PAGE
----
The following minty green smoothie recipe is one of my favourites and is a nice mild option to start with. It’s a mix of greens, tropical fruit and coconut water. It tastes best when chilled, so one of my top tips is to chop up a bunch of fruit and store it in your freezer. That way your smoothies will always come out chilled, even after high speed blending, and you will always have a stash of frozen fruit ready for the next one!

Use this green smoothie recipe as a base, swapping in different fruits and greens to create your own favourite smoothie combinations. Enjoy!

 

Super Green Smoothie
 

Green Smoothie

Makes: 1 large smoothie
Prep time: 10 minutes

1 cup of coconut water or filtered drinking water
1 cup of spinach or kale, washed
1 2inch/6cm piece cucumber
1 cup of pineapple, chopped, preferably frozen
1 kiwifruit, peeled, chopped, preferably frozen
1/2 frozen banana
1 handful of fresh mint
1 handful ice
squeeze of lemon or lime

Place all the ingredients in the blender and slowly work up to maximum speed. You may have to stop the blender and give the ingredients a stir if you’re using frozen fruit, or use the blender stirring stick. Blend until smooth, pour into a tall glass and drink immediately. Alternatively this smoothie can be stored in the fridge in a sealed bottle for up to 2 days.

Note: This makes quite a thick, icy green smoothie. For a more liquid version just add extra coconut water or filtered drinking water, or leave out the ice.

 

Maple and Cinnamon Buckwheat Granola (Oat free)

Maple and Cinnamon Buckwheat Granola (Oat free)

Maple and Cinnamon Buckwheat Granola (Oat free) by swoonfood.com

 

 

This maple and cinnamon buckwheat granola is what I eat for breakfast most mornings and is essentially the oat and banana free version of the crunchy maple banana granola (what Nick eats most mornings!). I couldn’t find a really delicious muesli or granola that was completely gluten free or not full of weird corn flakey things or added sugar, so I started making my own.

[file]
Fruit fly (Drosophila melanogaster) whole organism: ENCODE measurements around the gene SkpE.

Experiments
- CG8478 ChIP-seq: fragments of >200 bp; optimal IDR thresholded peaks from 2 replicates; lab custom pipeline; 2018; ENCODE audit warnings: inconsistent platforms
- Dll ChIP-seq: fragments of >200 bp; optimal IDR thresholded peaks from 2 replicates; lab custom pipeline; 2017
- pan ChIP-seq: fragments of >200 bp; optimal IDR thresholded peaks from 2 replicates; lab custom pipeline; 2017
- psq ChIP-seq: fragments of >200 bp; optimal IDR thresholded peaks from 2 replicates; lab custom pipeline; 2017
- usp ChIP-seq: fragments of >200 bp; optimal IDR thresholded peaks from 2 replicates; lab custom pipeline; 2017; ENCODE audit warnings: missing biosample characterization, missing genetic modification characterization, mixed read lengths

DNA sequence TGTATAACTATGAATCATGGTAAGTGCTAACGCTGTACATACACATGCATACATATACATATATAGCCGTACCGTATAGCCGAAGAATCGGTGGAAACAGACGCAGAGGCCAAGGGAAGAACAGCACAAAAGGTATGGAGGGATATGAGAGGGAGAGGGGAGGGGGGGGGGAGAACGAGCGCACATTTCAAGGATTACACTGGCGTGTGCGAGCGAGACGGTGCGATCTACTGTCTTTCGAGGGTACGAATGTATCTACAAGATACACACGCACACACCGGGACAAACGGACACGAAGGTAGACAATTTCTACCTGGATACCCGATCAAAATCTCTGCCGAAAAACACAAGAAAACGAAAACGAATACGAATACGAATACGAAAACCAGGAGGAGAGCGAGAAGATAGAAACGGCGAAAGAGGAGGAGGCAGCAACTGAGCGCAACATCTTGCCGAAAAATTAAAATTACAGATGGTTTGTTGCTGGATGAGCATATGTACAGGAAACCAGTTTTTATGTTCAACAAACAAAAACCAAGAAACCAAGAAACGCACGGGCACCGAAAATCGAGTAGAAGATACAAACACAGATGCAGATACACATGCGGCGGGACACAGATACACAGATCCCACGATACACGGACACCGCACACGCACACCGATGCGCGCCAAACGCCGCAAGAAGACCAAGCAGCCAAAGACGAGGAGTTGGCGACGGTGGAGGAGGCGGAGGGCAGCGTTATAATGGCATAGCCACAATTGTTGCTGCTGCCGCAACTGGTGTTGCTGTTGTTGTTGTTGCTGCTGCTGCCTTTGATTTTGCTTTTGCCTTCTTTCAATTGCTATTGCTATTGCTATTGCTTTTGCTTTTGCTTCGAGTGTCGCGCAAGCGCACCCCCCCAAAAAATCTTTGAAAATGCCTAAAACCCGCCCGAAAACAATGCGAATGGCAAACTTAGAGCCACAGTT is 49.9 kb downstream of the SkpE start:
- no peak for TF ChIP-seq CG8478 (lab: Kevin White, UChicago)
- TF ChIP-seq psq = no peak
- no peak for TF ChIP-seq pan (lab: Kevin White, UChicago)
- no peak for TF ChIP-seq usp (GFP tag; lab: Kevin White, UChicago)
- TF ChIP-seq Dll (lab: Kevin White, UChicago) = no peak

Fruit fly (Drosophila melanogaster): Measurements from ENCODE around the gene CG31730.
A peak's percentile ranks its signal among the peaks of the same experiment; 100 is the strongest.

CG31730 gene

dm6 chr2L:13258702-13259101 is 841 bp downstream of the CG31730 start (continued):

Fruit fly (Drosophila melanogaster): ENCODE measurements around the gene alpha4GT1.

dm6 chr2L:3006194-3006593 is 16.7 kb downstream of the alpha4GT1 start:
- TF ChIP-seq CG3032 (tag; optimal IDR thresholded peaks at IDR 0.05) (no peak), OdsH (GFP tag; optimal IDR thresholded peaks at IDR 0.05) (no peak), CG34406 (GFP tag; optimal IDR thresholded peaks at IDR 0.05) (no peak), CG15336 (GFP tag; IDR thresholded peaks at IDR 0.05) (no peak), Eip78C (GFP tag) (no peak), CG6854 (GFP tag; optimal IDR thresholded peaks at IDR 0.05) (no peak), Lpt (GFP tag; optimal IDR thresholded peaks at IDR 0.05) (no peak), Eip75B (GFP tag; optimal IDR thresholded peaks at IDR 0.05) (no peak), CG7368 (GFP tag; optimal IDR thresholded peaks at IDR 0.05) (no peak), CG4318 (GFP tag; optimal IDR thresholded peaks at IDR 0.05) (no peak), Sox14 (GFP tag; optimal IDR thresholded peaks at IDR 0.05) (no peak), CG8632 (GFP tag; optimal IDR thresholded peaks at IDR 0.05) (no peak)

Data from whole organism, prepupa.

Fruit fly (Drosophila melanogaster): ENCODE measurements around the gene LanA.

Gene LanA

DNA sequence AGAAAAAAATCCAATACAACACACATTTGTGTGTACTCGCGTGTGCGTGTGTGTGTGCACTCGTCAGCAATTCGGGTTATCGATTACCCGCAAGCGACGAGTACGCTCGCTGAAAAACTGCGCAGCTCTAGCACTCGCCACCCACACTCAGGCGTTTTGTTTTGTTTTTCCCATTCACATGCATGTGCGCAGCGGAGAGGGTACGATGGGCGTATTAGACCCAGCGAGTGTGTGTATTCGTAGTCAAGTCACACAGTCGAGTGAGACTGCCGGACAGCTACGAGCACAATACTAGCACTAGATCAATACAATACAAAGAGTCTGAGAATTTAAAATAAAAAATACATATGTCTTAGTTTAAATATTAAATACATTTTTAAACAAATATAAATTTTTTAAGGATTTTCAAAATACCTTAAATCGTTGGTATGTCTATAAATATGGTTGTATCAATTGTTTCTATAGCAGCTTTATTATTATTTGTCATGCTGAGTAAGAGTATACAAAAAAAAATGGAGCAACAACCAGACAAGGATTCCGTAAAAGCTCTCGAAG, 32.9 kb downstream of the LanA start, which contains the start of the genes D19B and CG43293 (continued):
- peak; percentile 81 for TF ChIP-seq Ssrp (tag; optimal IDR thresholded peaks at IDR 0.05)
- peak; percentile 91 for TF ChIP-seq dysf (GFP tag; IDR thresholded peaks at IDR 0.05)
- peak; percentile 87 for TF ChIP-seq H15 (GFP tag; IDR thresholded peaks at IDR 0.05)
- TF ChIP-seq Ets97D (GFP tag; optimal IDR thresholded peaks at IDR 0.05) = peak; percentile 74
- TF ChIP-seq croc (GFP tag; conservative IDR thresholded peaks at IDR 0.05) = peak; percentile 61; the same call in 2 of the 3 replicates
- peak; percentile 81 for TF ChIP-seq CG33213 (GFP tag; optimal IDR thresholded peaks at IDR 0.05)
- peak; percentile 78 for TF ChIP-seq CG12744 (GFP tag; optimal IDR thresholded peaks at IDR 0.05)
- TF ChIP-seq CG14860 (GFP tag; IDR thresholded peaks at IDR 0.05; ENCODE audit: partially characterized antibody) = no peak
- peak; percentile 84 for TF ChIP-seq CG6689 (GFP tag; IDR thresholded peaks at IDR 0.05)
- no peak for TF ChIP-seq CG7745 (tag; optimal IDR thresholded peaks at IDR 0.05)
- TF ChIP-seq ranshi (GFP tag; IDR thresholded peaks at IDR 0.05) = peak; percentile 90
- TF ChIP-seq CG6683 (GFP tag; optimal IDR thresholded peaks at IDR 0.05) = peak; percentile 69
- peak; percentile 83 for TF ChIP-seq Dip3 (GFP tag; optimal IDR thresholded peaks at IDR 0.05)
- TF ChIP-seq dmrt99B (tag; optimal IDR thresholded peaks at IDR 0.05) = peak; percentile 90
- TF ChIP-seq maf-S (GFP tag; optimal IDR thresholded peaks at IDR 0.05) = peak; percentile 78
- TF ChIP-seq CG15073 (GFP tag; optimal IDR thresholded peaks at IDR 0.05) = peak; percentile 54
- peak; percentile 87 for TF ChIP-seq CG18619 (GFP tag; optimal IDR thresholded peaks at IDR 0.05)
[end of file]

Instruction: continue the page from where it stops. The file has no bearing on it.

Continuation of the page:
Buckwheat groats are a great oat substitute, especially for a granola style muesli. They’re completely gluten free and are packed full of plant protein and dietary fibre. From there I’ll usually add whatever nuts I have in the pantry, such as almonds, brazils and pecans. Pumpkin seeds and whole flaxseed are great protein and fibre sources, and add to the granola crunch. For flavour I use ground cinnamon, ginger, coconut and vanilla powder, with a little pure maple syrup for sweetness although this can be left out. After baking I’ll throw in some dried fruits like cherries, blueberries and cranberries (ideally sugar free if you can find them).

This granola is super easy to make, the hardest part is waiting for it to come out of the oven as it smells so good! When stored in an airtight container this granola will last for weeks, however, you’ll probably eat it way before then! It’s also great as a snack eaten straight from the jar or sprinkled over the top of a smoothie bowl or chia pudding. Enjoy!

 

Maple and Cinnamon Buckwheat Granola (Oat free) by swoonfood.com

 

Maple and Cinnamon Buckwheat Granola (Oat free)

Makes: 1 large jar

2 cups of buckwheat groats, soaked 2-4 hours
1 cup raw almonds (dried & activated if you have time – see note below)